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Cutting methane emissions is the fastest way to slow warming in the near term and keep the goal of limiting global warming to 1.5°C within reach. Methane plays an increasingly important role in China’s responses to climate change. This paper reviews a number of measures aimed at reducing its methane emissions China has adopted over the past few years and outlines significant opportunities remaining to maximize China’s climate mitigation impact.

Fast action to mitigate non-CO2 climate pollutants, such as methane, including through implementing methane intensity requirements (such as via procurement specifications) for domestic and imported oil and gas, can have a significant role in reducing the likelihood of triggering catastrophic climate impacts as countries pursue carbon-neutrality goals. Without robust monitoring, reporting, and verification (MRV) of methane emissions, we will not be able to know the efficacy of methane mitigation policies and programs or whether we are meeting methane mitigation targets. Acting quickly to ensure that new investments in oil and gas infrastructure are built with enhanced MRV systems and methane intensity requirements in mind is essential to limiting risks of stranded assets and aligning with carbon-neutrality goals.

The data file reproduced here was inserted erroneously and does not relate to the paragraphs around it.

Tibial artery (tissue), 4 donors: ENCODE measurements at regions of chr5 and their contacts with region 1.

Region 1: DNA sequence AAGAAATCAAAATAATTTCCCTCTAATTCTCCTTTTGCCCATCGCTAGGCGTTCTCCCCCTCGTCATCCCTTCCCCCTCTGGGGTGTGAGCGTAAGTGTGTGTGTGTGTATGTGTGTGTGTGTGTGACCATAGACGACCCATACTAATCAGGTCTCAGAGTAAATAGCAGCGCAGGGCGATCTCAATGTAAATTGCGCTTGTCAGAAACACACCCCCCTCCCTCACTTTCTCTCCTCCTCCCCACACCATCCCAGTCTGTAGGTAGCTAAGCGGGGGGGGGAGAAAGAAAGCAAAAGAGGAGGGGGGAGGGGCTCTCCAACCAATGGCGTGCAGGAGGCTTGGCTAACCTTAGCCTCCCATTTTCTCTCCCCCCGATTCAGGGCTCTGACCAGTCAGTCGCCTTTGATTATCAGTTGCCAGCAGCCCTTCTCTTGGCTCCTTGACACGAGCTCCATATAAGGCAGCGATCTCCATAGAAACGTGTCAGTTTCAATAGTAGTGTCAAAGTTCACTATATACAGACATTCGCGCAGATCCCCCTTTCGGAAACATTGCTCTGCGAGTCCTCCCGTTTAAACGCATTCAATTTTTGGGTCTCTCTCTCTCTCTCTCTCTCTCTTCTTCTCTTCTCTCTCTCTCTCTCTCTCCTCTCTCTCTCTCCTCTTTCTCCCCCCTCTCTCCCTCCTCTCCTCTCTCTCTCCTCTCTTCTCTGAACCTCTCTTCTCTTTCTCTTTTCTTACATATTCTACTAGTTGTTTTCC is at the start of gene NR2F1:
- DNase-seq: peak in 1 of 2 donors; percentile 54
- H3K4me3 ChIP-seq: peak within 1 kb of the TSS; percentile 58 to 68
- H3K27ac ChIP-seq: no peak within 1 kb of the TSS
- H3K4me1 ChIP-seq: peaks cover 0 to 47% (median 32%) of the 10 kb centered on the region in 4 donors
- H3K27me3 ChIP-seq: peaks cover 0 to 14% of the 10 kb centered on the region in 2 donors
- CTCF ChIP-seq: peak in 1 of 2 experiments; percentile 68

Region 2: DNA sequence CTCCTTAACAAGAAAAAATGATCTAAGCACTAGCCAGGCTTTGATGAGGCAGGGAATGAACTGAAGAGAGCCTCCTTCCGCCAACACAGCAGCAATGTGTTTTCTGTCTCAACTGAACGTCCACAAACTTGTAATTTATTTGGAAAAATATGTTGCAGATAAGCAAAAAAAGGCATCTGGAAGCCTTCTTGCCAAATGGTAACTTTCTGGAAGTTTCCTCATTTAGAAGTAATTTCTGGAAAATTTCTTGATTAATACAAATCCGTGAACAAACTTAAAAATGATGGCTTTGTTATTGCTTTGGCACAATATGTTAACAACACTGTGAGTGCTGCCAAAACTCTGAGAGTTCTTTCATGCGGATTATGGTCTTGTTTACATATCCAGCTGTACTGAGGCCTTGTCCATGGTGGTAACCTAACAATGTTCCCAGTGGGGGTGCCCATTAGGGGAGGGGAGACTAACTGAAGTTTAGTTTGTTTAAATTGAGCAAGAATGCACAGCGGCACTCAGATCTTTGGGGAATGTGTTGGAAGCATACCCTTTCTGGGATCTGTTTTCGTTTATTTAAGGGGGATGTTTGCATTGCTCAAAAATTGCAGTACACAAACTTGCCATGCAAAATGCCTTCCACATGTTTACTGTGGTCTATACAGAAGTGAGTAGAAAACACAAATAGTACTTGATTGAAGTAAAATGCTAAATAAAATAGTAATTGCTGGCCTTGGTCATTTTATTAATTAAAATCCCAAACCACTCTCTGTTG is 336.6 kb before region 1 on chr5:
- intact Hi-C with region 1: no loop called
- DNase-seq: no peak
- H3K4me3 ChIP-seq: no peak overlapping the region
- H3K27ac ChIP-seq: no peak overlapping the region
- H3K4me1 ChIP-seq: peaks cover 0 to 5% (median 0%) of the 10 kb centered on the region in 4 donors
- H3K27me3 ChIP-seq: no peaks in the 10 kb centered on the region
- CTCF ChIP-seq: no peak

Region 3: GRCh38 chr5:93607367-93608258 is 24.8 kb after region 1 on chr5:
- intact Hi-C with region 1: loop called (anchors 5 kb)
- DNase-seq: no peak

The IGSD Primer on Cutting Methane provides decision-makers with clarity on the science of methane mitigation and why action is urgently needed; current and emerging mitigation opportunities by sector; national, regional, and international efforts that can inform emergency global action on methane; and financing initiatives to secure support for fast methane reduction. This Methane Primer provides the scientific and policy rationale for decision-makers to achieve the “strong, rapid, and sustained” cuts to methane emissions necessary to slow global warming in the near term and limit the risk of triggering tipping points. The Methane Primer also supports the need for research and development of technologies to remove methane from the atmosphere at scale.

The Global Methane Assessment shows that human-caused methane emissions can be reduced by up to 45 per cent this decade. Such reductions would avoid nearly 0.3°C of global warming by 2045 and would be consistent with keeping the Paris Climate Agreement’s goal to limit global temperature rise to 1.5 degrees Celsius (1.5˚C) within reach.

The assessment, for the first time, integrates the climate and air pollution costs and benefits from methane mitigation. Because methane is a key ingredient in the formation of ground-level ozone (smog), a powerful climate forcer and dangerous air pollutant, a 45 per cent reduction would prevent 260 000 premature deaths, 775 000 asthma-related hospital visits, 73 billion hours of lost labour from extreme heat, and 25 million tonnes of crop losses annually.